4. The Test. Not sure how I did, but the test itself was not that bad. I thankfully spent very little time on my calculator and finished the am session with 20 minutes to spare and had a little less extra time in the afternoon. The questions themselves were pretty straightforward and there seemed to be less trick questions (at least that I noticed) than on the bar exam.
5. Passing/Pass Rate. Again, no clue if I passed, but don’t be intimidated by the low pass statistics. There is a much wider range of abilities/backgrounds that take the CFA exam vs. the bar. And unlike the bar, which is a do or die situation for most of us, the CFA exam is an optional certification for most folks, so the amount of time that people study varies substantially. If you spend the 250 hours studying (or at least close to that amount), you really should have no problem passing.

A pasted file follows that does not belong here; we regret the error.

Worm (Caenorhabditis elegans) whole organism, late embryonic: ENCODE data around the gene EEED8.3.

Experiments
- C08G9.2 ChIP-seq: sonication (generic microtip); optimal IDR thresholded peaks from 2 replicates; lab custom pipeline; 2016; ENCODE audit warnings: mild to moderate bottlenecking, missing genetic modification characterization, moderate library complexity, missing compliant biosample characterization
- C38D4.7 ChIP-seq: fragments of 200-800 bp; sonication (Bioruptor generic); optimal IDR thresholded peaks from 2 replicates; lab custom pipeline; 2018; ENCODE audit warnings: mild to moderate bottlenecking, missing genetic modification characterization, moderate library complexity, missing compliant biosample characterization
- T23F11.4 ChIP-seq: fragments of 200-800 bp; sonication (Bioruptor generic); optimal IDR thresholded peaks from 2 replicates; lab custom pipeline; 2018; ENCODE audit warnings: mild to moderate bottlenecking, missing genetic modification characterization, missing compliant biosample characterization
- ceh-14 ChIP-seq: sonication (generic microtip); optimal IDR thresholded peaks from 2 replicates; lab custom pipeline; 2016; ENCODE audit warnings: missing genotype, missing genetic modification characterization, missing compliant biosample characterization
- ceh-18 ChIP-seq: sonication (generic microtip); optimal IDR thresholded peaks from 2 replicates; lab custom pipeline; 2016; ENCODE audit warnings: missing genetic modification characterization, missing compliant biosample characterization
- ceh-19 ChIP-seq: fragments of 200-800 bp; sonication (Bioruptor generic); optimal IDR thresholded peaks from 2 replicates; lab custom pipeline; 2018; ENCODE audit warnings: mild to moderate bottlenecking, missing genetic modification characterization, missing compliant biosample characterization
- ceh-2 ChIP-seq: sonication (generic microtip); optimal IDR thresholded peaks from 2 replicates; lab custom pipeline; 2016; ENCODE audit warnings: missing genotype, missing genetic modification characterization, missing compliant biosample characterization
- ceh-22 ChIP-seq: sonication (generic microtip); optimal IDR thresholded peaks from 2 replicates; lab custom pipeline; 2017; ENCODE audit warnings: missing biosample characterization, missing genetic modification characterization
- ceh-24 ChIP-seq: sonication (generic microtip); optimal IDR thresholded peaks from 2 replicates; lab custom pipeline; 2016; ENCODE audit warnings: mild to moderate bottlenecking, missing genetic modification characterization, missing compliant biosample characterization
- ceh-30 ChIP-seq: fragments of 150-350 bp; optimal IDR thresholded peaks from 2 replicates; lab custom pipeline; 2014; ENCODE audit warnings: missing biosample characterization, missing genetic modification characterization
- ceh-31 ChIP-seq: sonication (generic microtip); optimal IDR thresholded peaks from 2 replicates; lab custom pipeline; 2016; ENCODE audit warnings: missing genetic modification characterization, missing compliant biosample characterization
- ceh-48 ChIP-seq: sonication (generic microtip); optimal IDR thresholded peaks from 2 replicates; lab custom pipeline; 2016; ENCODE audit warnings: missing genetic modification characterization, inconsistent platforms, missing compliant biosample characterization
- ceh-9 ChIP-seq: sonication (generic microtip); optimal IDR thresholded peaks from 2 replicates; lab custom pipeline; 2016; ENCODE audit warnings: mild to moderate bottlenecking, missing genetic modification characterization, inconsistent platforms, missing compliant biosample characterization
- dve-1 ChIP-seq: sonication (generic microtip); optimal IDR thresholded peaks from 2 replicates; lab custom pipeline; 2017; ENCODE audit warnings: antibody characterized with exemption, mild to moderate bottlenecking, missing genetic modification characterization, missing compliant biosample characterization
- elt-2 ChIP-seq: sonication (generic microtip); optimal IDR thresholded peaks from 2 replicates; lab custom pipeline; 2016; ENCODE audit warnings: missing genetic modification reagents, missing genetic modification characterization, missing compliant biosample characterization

Best of luck!

09 Feb 2013

Joined: 06 Feb 2013
Posts: 2317
Thanks for your input! I like hearing how the preparation path works towards the final exam. I have decided recently that I must bite the bullet and purchase Schweser. Those CFAI texts are just so long!

09 Feb 2013

Joined: 21 Oct 2013
Posts: 1
Hi Ryanlb / Pimpineasy

This is a great post. There is very little on the internet for lawyers doing or thinking about CFA. I looked at the course for CFA I and it makes NY look like a play date in the sandbox......

How did you guys go?